|When I think about touching up my
router bits, I like to use an analogy that makes the bits a part of my shop
"wardrobe." Just like a sport coat or a sweater, an expensive bit may
need to be sent to the cleaners occasionally. But there are a couple of things
you can do at home to keep bits clean and sharp.
CLEANING. The first thing I do to a dull router bit is to clean it. I
talked about cleaning bits back in tip No. 38, so I won't go over that again
here. But basically the process involves using an old toothbrush to scrub the
bit with denatured alcohol. (Just don't soak the bearing.)
HONING. The next thing I like to do is touch up the cutting edges. For
this I use a set of diamond honing files. (You've seen these files. They're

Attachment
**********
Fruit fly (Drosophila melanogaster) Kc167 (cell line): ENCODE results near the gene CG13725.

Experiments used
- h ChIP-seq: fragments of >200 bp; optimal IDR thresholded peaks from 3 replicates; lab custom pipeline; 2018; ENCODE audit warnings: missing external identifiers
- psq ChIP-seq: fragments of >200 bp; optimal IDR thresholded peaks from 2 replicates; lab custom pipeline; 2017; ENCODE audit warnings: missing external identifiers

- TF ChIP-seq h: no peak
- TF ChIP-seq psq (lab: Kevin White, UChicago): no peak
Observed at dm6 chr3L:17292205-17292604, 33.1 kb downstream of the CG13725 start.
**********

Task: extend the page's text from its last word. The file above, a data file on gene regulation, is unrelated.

colorful pieces of plastic about 1" x 6" with various grits of
abrasive material adhered to one or both sides.) "Touching up" the
edges of a router bit is not like sharpening. It's more like brushing your
sport coat with a lint remover.
Note: Don't try to touch up or sharpen the beveled edges of a router bit. Not
only will this change the cutting profile, it can also affect the balance of
the bit, which can be dangerous. I only touch up the flat surface (the front)
of the cutters with honing files.
Usually it takes just a couple of strops over a medium grit diamond file,
followed by a couple passes over a fine-grit diamond file. To do this, I clamp
the file along the edge of my bench. This way the flat part of the bit can be
in contact with the file while the rest of the bit extends off the edge of the
bench, out of the way.
Then I use my thumb to keep the flat surface of the carbide cutter perfectly
flat on the honing file. After a couple passes on one of the cutters, I do the
same for the other cutters on the same bit. To keep the bit
"balanced," (both cutters taking an equal bite when routing), try to
maintain the same amount of pressure on each cutter when filing. And make the
same number of strokes across the file.
Go to Tip #48